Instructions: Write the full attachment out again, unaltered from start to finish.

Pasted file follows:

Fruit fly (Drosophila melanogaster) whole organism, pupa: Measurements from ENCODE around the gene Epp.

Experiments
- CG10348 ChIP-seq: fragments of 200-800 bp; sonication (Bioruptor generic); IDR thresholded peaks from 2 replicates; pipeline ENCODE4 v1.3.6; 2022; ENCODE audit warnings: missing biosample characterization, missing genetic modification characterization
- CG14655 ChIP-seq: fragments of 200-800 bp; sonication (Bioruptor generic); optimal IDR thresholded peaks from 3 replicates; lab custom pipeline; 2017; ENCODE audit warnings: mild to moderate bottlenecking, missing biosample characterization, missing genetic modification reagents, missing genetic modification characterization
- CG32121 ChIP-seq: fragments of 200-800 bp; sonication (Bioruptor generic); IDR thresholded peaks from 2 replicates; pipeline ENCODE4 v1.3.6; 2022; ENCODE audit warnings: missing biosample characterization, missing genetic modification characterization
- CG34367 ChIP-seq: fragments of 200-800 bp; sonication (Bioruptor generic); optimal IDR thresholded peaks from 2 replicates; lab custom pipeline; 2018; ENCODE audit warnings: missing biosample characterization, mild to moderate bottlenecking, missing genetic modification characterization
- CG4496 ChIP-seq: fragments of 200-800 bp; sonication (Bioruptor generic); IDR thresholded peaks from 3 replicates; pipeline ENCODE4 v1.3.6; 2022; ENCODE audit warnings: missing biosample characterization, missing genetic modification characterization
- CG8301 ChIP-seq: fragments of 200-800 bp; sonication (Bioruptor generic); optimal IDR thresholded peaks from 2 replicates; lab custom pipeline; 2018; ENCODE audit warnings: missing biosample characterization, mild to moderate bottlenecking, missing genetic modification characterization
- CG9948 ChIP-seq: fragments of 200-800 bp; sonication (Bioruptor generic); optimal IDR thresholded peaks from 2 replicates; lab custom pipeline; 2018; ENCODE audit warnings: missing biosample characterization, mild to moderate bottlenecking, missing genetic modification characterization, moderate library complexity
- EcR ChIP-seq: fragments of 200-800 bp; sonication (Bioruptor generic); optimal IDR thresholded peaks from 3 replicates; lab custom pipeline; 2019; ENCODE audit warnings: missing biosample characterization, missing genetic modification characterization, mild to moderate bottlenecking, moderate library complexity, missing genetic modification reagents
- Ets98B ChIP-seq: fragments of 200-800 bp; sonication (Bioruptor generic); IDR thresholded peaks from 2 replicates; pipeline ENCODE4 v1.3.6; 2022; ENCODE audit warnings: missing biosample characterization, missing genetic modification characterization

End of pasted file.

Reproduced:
Fruit fly (Drosophila melanogaster) whole organism, pupa: Measurements from ENCODE around the gene Epp.

Experiments
- CG10348 ChIP-seq: fragments of 200-800 bp; sonication (Bioruptor generic); IDR thresholded peaks from 2 replicates; pipeline ENCODE4 v1.3.6; 2022; ENCODE audit warnings: missing biosample characterization, missing genetic modification characterization
- CG14655 ChIP-seq: fragments of 200-800 bp; sonication (Bioruptor generic); optimal IDR thresholded peaks from 3 replicates; lab custom pipeline; 2017; ENCODE audit warnings: mild to moderate bottlenecking, missing biosample characterization, missing genetic modification reagents, missing genetic modification characterization
- CG32121 ChIP-seq: fragments of 200-800 bp; sonication (Bioruptor generic); IDR thresholded peaks from 2 replicates; pipeline ENCODE4 v1.3.6; 2022; ENCODE audit warnings: missing biosample characterization, missing genetic modification characterization
- CG34367 ChIP-seq: fragments of 200-800 bp; sonication (Bioruptor generic); optimal IDR thresholded peaks from 2 replicates; lab custom pipeline; 2018; ENCODE audit warnings: missing biosample characterization, mild to moderate bottlenecking, missing genetic modification characterization
- CG4496 ChIP-seq: fragments of 200-800 bp; sonication (Bioruptor generic); IDR thresholded peaks from 3 replicates; pipeline ENCODE4 v1.3.6; 2022; ENCODE audit warnings: missing biosample characterization, missing genetic modification characterization
- CG8301 ChIP-seq: fragments of 200-800 bp; sonication (Bioruptor generic); optimal IDR thresholded peaks from 2 replicates; lab custom pipeline; 2018; ENCODE audit warnings: missing biosample characterization, mild to moderate bottlenecking, missing genetic modification characterization
- CG9948 ChIP-seq: fragments of 200-800 bp; sonication (Bioruptor generic); optimal IDR thresholded peaks from 2 replicates; lab custom pipeline; 2018; ENCODE audit warnings: missing biosample characterization, mild to moderate bottlenecking, missing genetic modification characterization, moderate library complexity
- EcR ChIP-seq: fragments of 200-800 bp; sonication (Bioruptor generic); optimal IDR thresholded peaks from 3 replicates; lab custom pipeline; 2019; ENCODE audit warnings: missing biosample characterization, missing genetic modification characterization, mild to moderate bottlenecking, moderate library complexity, missing genetic modification reagents
- Ets98B ChIP-seq: fragments of 200-800 bp; sonication (Bioruptor generic); IDR thresholded peaks from 2 replicates; pipeline ENCODE4 v1.3.6; 2022; ENCODE audit warnings: missing biosample characterization, missing genetic modification characterization